For women, getting angry is socially unacceptable, even when the anger is over violence, discrimination, misogyny, and other forms of oppression. Anger is unacceptable because angry women are women in touch with their passion and power, especially in relation to men, which threatens the entire patriarchal order. It’s unacceptable because it forces men to confront the reality of male privilege and women’s oppression and their involvement in it, even if only as passive beneficiaries. Women’s anger challenges men to acknowledge attempts to trivialize oppression with “I was only kidding.” And women’s anger is unacceptable to men who look to women to take care of them, to prop up their need to feel in control, and to support them in their competition with other men. When women are less than gracious and good-humored about their own oppression, men often feel uncomfortable, embarrassed, at a loss, and therefore vulnerable.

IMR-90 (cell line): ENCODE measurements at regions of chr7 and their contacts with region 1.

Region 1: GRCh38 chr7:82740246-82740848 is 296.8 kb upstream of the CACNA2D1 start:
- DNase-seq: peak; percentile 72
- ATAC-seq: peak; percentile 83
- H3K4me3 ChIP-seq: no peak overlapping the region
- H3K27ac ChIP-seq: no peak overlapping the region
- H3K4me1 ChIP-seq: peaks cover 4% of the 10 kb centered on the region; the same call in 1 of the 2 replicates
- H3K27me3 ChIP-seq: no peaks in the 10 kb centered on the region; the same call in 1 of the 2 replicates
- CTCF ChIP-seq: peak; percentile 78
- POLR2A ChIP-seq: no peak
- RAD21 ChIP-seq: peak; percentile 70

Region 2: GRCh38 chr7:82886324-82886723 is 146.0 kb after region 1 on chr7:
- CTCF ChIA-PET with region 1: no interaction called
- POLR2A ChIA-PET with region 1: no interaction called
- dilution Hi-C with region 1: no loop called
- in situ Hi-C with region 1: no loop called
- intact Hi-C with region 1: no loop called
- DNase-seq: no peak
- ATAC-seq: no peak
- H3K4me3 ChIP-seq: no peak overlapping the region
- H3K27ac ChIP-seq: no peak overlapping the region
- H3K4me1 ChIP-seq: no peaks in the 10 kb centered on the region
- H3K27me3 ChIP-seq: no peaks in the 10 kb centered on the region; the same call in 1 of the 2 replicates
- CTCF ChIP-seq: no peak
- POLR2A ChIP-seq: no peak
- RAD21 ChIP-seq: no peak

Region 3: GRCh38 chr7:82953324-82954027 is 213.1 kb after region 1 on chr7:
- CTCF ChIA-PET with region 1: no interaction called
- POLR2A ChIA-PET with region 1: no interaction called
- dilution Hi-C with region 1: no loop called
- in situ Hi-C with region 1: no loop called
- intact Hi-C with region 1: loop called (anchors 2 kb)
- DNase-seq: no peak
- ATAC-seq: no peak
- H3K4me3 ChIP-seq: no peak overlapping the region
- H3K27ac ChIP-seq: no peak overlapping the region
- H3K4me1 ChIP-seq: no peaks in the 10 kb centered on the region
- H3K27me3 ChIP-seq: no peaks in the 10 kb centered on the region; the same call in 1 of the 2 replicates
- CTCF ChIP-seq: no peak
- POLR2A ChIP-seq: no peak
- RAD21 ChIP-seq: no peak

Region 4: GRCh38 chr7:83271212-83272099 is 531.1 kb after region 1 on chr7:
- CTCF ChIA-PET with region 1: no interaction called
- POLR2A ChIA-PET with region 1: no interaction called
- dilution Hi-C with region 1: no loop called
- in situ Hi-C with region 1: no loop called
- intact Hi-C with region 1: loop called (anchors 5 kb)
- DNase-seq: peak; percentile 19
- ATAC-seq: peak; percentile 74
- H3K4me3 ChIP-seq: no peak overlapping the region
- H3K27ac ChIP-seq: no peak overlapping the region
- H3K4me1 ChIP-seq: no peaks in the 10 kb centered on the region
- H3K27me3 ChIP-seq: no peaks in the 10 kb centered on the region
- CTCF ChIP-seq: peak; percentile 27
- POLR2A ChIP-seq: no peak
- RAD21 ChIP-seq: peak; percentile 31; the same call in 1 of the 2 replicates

Be not simply good; be good for something.
HAHAHA! Oh Grammar. I see you coming here, teaching lessons. :) My mother tried to teach me that one.
I also learned that you should always say you’re doing “well” to adults especially if they’re crochety old men because if you say “good” they lecture you on the above and if you say “awesome” you run the risk of them getting all angry and origin-of-the-word and religious on your ass.
Although if you say you’re doing “well” the same person might lecture you on how other people misuse “awesome” anyway as though that’s a reward for your proper grammar.
Not that that’s happened to me more than once before while working at Safeway or anything.
I’m a good person. In most ways. But I’m beginning to think that being a good person in most ways doesn’t count for anything very much, if you’re a bad person in one way.
When goodness removes itself, the space it occupies corrodes and becomes evil, and maybe splits apart and multiplies.
Elphaba from Gregory Maguire’s Wicked discussing Evil.